On Time Delivery

By Malcolm Fleschner

Powerful, charismatic and engaging – three words sales trainer Shamus Brown (www.industrialego.com) uses to describe the kind of presentation every sales professional should be shooting for. So what sets the most compelling speakers apart from the rest? He offers five favorite tips for improving your performance the next time you step in front of an audience.

1. Plant Those Feet
The experts tell us that 55 percent of a presenter’s message is communicated through body position, stance and facial expressions. By standing with your feet evenly spaced, weight distributed equally between each foot and your shoulders square, you communicate confidence and authority. Don’t think so? Try looking at yourself in the mirror while shifting your weight back and forth from one foot to the other. Then try it with a steadier stance. The difference is significant.

2. Get Pumped!
An audience’s enthusiasm for your presentation is almost entirely dependent on you and your attitude. For them to get juiced, you must get your own juices flowing before you step up to the podium. How? That’s up to you. Jump up and down, do a cheer, blast some music, high-five your partner. Naturally, you should be doing these things out of sight or hearing of the customer, lest you identify yourself as a lunatic. Rock stars and actors warm up for performances this way – you should, too.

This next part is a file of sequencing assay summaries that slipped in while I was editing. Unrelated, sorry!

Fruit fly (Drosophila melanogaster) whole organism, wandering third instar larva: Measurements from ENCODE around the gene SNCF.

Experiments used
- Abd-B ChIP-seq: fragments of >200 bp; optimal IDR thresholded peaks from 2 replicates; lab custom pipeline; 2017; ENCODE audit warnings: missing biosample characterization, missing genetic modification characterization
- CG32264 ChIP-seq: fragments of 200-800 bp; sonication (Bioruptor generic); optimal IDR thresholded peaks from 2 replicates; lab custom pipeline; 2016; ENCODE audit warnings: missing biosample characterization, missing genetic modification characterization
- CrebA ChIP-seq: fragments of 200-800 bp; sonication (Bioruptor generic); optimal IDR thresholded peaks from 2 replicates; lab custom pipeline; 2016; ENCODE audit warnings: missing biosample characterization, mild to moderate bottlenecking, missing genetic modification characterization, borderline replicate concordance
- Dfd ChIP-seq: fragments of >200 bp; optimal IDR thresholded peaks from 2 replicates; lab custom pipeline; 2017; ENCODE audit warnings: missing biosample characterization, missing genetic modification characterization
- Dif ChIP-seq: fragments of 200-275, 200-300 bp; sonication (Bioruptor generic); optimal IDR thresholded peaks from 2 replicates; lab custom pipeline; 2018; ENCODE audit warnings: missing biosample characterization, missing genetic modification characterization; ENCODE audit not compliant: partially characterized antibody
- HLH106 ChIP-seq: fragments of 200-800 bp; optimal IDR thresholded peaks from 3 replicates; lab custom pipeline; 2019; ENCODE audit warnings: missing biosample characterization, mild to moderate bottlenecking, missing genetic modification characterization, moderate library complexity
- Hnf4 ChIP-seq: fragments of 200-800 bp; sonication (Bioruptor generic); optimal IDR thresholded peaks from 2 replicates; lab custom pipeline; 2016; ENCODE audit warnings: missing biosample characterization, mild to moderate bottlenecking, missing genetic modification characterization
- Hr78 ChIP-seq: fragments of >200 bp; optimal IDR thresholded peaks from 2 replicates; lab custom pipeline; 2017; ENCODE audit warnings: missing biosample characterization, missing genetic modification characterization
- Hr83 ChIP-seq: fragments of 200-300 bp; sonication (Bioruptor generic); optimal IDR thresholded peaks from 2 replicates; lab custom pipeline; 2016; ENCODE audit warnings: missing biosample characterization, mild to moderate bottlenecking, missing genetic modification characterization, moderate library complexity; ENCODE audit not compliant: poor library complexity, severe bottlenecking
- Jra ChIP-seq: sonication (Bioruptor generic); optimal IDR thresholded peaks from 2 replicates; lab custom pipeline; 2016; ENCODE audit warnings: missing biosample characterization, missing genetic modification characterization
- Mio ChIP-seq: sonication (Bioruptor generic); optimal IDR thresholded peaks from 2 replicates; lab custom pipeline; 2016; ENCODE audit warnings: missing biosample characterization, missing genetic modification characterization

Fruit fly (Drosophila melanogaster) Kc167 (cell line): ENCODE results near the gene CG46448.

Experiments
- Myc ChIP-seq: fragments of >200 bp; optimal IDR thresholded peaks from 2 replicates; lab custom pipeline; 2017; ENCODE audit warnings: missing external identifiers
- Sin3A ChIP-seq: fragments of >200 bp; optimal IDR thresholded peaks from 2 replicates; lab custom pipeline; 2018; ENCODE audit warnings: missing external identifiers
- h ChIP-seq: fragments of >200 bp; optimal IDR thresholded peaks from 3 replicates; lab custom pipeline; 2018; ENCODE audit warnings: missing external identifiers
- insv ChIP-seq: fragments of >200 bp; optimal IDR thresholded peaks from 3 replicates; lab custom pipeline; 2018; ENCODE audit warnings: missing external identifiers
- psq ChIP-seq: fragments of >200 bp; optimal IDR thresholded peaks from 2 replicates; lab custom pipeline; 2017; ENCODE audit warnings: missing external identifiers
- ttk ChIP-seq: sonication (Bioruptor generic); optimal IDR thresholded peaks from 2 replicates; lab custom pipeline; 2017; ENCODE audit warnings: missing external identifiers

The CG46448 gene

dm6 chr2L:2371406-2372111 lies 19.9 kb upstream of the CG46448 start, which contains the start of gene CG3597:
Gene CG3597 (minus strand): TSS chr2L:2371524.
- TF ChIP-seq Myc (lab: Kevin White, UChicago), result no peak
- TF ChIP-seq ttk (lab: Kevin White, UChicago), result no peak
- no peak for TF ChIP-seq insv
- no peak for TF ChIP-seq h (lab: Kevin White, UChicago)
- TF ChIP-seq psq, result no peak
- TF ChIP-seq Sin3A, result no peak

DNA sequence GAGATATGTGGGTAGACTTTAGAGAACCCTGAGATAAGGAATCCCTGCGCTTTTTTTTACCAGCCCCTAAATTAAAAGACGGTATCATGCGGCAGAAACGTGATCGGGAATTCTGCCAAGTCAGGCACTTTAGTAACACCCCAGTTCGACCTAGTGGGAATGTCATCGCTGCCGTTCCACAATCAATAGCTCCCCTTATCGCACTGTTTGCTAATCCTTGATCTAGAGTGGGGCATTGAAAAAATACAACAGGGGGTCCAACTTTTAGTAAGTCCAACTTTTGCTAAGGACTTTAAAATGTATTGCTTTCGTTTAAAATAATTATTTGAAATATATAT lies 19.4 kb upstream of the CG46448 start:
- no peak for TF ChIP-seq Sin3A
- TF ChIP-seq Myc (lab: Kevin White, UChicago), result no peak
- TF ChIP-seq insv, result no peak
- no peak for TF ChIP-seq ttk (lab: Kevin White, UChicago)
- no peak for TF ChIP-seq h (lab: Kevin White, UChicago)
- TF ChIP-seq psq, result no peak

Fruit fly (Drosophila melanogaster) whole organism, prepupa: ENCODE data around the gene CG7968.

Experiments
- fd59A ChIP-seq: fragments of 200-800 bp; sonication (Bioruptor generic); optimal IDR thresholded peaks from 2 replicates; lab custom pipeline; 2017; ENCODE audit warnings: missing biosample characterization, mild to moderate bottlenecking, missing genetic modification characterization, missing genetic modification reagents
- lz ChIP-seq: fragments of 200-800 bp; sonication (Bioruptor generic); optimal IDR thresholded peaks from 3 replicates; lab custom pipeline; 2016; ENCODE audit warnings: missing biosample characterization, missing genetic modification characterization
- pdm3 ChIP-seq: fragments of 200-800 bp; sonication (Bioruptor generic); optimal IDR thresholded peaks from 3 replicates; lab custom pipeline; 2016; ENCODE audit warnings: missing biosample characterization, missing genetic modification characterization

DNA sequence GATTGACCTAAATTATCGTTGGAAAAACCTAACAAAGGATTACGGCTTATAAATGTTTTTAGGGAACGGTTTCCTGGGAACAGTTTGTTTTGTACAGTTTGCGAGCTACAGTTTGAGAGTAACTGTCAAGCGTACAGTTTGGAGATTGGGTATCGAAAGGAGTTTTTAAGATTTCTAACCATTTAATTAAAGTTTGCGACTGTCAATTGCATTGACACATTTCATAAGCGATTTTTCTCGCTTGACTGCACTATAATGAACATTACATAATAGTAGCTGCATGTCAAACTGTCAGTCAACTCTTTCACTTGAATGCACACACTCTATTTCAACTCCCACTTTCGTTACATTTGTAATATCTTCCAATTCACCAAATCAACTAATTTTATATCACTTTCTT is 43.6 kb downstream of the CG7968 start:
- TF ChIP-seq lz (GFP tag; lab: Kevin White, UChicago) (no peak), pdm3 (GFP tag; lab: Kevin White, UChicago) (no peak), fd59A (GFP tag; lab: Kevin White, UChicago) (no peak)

3. Warm It Up
If the circumstances allow it, do something to get the audience warm and prepared for you. One great tactic: play some music. Your laptop probably plays CDs or you can likely bring along a boom box. A little preliminary music gets people’s feet tapping and will help set you apart from the crowd of boring presenters.

4. Who’s from Out of Town?
Audience participation is a terrific way to break the ice. During your first few minutes on stage, ask a couple of questions to get the conversation flowing. Don’t ask anything too difficult – maybe inquire about who came the farthest or how long someone’s been in the field – and then begin building that rapport and the relationship between you and the audience.

5. Eye-to-Eye
You already know you should make and sustain eye contact with individual audience members, right? But do you know why? It’s because each time you change the focus of your attention you force your brain to take in new information. Look around too much and you soon experience sensory overload. Complete thoughts while sustaining eye contact – then move your attention as you broach the next concept.